Education reformer visits University
Botstein discusses technology's promise, good leadership
The key to success at the University lies in inspiring students, education reformer Leon Botstein said to an audience of faculty Friday during a lecture entitled “Resisting Complacency, Fear and the Philistine: Modernization, Tradition and the University.” Botstein, the president of Bard College since 1975, challenged professors to rethink the way they teach students in the 21st century.
Discussing the University’s future is particularly relevant following the leadership crisis of last June said English Prof. Michael Levenson, who introduced Botstein.
“If there’s hope for us in the humanities, for the University — and of course there is — it will come from [working] together,” he said.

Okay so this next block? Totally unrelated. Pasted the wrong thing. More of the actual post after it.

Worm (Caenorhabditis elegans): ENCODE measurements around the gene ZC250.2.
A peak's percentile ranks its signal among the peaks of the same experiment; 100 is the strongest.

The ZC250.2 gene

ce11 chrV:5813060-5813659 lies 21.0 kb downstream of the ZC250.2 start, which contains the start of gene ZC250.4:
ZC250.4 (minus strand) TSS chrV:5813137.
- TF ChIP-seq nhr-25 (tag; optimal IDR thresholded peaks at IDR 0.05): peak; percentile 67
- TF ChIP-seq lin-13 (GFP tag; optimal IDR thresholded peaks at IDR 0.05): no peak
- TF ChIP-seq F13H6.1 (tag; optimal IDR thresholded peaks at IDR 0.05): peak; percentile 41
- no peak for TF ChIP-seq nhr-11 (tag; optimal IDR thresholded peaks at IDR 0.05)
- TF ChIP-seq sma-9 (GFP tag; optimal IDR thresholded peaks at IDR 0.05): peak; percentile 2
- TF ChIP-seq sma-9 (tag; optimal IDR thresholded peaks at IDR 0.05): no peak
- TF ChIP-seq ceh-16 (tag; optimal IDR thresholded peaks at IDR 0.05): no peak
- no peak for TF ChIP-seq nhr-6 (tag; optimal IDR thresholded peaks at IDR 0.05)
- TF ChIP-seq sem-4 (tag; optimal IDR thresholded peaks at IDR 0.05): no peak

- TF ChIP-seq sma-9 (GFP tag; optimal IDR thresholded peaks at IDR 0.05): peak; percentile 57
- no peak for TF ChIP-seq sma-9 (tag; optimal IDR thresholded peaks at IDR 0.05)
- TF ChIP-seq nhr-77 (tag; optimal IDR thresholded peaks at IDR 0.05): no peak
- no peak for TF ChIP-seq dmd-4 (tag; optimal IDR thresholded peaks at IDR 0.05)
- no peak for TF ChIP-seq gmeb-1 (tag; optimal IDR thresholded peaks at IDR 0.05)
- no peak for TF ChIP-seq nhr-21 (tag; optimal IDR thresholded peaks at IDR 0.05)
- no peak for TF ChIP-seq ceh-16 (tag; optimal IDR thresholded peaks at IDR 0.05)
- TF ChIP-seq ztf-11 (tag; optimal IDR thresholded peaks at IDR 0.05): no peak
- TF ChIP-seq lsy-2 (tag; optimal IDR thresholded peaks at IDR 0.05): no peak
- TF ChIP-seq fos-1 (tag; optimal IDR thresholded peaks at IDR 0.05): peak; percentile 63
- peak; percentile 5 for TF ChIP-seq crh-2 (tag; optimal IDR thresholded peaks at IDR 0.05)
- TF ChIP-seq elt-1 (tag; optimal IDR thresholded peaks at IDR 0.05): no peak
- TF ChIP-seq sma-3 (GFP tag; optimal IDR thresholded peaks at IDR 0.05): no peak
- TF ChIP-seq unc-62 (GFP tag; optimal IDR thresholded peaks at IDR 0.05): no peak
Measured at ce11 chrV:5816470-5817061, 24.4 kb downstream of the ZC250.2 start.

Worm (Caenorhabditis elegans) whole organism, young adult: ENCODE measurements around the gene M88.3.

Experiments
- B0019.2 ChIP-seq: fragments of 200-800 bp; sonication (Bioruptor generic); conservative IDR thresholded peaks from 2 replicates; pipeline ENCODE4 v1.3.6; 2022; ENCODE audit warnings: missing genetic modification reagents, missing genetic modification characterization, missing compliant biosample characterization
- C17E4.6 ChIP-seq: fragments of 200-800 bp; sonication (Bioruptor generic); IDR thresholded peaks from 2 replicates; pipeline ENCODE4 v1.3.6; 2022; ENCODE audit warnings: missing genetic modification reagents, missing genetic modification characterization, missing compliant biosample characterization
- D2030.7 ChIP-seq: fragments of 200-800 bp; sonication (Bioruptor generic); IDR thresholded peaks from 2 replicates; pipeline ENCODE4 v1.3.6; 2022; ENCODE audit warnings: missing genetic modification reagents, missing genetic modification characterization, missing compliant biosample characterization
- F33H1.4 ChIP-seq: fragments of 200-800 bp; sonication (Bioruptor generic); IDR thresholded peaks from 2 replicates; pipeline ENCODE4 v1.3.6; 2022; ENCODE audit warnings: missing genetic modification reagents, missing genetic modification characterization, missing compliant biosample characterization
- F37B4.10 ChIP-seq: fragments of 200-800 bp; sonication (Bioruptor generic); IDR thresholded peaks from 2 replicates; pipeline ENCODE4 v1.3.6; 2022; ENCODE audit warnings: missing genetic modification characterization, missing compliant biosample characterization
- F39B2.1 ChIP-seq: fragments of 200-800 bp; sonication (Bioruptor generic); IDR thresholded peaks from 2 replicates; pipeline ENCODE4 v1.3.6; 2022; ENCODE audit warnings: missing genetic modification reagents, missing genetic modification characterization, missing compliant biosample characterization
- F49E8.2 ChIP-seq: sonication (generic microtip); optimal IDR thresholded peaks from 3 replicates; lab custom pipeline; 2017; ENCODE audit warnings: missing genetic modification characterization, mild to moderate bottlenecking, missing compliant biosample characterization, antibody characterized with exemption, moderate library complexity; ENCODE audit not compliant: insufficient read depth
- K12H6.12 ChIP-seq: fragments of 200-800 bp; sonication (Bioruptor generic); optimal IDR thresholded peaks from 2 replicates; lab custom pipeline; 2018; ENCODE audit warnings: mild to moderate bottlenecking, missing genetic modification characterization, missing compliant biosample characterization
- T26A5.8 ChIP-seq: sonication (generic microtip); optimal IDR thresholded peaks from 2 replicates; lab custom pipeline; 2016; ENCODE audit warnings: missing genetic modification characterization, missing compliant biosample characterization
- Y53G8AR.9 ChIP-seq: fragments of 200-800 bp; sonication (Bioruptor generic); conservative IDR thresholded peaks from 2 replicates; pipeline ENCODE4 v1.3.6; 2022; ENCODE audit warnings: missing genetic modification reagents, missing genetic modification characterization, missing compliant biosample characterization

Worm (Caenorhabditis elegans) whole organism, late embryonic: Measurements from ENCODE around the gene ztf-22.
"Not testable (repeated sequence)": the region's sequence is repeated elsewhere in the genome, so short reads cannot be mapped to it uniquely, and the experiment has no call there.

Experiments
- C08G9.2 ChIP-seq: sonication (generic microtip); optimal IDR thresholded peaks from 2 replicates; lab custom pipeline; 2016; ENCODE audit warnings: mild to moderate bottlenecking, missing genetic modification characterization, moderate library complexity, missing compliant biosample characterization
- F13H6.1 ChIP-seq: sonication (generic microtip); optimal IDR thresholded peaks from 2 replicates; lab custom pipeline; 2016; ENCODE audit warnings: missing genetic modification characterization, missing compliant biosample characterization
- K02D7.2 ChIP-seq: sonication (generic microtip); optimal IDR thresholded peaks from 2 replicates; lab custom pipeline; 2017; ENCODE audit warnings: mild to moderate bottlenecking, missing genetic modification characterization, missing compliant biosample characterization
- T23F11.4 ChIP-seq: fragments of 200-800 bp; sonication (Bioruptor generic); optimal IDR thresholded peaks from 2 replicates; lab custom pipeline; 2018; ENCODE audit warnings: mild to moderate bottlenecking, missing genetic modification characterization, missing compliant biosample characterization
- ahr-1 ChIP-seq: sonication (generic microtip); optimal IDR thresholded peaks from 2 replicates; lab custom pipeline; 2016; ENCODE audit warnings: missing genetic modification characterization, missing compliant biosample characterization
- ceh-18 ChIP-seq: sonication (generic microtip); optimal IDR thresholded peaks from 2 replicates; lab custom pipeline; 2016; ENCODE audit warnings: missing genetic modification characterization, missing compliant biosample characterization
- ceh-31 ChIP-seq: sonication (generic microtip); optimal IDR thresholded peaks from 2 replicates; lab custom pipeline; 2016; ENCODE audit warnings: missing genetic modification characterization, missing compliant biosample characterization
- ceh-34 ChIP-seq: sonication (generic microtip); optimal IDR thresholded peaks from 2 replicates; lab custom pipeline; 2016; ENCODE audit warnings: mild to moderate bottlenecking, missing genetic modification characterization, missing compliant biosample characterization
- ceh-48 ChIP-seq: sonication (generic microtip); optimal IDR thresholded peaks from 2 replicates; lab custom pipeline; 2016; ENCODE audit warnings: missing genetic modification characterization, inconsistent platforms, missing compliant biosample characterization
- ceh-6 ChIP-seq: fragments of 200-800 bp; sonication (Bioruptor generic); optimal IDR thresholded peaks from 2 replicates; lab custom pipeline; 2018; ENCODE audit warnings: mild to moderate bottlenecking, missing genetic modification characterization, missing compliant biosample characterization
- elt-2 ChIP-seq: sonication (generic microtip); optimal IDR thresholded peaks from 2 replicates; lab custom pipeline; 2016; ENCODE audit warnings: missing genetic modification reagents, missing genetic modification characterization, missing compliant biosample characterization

Botstein’s talk focused on modernization in education, reiterating that technology can provide faculty with an opportunity to improve the teacher-student interaction at mid-size and large universities.
“[Technology] is in the very early stages … [but it’s] a huge asset,” Botstein said. “It will allow us to abandon nonsensical teaching and do some real teaching with undergraduates … The big mistake is to be against it.”
Botstein critiqued the faculty for encouraging weak leadership. He added that they, too, have been complacent when confronted with instances of poor governance. “[You] don’t want leadership,” he said. “You want paper-pushers, you don’t want people telling you want you should do.”
The way to successfully rebuild the ideal of the University is to shape the undergraduate curriculum into one that engages students, Botstein said.
“Why should anyone be interested in Dickens? In Tolstoy?” he said. “The curriculum should be designed around the question, ‘How do I make it relevant for an undergrad?’”
Botstein’s visit was co-sponsored by the Institute for Advanced Studies in Culture and the Institute of Humanities and Global Cultures, which has spent the past year examining “the future of the University.”